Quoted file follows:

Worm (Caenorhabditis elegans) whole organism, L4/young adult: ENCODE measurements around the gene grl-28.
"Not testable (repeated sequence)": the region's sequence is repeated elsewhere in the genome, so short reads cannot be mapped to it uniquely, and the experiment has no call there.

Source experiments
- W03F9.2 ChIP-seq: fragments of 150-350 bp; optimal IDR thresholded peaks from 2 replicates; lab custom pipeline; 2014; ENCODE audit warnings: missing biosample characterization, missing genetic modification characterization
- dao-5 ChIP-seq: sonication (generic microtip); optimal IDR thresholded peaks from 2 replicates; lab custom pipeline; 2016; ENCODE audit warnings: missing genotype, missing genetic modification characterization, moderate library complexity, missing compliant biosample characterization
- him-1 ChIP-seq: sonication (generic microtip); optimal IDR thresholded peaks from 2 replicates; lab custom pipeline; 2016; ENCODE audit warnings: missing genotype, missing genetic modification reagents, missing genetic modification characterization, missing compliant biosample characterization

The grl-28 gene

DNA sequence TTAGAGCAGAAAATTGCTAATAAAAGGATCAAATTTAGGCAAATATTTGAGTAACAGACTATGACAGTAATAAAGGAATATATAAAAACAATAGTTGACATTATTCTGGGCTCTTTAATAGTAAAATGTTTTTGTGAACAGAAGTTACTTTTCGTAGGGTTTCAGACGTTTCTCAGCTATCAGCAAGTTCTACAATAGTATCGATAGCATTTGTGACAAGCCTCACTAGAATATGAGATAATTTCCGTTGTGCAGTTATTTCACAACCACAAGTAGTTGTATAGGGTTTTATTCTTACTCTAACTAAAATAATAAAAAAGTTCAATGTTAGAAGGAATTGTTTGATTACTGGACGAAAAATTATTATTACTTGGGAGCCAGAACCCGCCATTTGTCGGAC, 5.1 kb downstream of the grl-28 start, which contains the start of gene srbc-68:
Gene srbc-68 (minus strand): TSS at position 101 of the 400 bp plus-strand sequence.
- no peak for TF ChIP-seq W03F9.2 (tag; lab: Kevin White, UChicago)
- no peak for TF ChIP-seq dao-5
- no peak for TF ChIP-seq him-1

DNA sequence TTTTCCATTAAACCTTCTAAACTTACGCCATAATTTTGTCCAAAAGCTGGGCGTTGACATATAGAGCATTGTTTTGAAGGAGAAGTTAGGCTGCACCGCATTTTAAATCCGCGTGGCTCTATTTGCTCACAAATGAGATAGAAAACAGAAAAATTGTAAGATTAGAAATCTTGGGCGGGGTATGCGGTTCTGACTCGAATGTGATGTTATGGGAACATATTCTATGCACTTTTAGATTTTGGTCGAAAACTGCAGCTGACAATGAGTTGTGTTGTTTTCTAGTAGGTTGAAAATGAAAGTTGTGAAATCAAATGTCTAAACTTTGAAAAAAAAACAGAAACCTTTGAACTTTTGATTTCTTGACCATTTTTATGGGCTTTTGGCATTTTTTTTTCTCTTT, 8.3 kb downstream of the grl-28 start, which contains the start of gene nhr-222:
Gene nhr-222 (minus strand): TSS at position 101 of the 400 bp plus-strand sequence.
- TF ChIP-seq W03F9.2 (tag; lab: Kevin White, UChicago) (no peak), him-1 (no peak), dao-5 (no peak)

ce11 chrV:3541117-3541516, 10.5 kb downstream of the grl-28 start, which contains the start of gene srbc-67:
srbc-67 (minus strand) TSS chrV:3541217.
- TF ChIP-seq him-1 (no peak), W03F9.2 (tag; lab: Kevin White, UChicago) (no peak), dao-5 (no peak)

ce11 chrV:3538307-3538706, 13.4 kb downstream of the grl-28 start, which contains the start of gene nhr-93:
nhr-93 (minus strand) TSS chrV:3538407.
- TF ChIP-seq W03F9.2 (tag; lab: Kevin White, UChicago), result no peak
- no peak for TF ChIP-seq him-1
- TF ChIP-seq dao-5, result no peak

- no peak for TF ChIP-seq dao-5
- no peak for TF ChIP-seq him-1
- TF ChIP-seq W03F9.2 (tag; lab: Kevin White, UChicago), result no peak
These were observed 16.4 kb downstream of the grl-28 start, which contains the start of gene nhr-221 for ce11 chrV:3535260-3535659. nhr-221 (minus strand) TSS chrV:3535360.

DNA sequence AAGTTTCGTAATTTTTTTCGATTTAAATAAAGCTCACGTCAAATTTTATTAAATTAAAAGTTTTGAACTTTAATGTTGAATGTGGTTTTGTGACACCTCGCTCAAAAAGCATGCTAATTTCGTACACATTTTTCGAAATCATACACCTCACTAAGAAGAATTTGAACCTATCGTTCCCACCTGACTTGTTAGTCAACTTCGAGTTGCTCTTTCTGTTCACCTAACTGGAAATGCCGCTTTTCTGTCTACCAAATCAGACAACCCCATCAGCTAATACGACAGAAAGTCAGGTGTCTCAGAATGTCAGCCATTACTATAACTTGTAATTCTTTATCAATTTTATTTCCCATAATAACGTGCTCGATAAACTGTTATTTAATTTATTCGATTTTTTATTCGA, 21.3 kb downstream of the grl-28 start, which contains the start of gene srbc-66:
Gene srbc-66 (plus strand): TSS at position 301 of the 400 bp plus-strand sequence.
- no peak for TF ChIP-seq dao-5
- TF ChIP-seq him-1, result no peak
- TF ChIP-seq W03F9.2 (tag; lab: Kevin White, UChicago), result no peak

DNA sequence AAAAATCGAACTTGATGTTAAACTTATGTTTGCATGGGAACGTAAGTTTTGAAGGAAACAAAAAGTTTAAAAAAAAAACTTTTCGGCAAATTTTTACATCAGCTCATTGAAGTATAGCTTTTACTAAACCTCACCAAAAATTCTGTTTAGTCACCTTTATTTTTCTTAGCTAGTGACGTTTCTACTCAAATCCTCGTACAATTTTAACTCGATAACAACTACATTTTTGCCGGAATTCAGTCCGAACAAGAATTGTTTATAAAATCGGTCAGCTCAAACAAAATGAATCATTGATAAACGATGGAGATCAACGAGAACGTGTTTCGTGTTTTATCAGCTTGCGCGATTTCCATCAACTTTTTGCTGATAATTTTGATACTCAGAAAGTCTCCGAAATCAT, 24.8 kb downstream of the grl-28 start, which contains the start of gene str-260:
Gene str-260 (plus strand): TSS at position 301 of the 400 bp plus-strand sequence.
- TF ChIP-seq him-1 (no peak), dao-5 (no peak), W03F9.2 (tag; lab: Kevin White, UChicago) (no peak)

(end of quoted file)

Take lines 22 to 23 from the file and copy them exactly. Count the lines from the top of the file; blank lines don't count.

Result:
- no peak for TF ChIP-seq him-1
- TF ChIP-seq dao-5, result no peak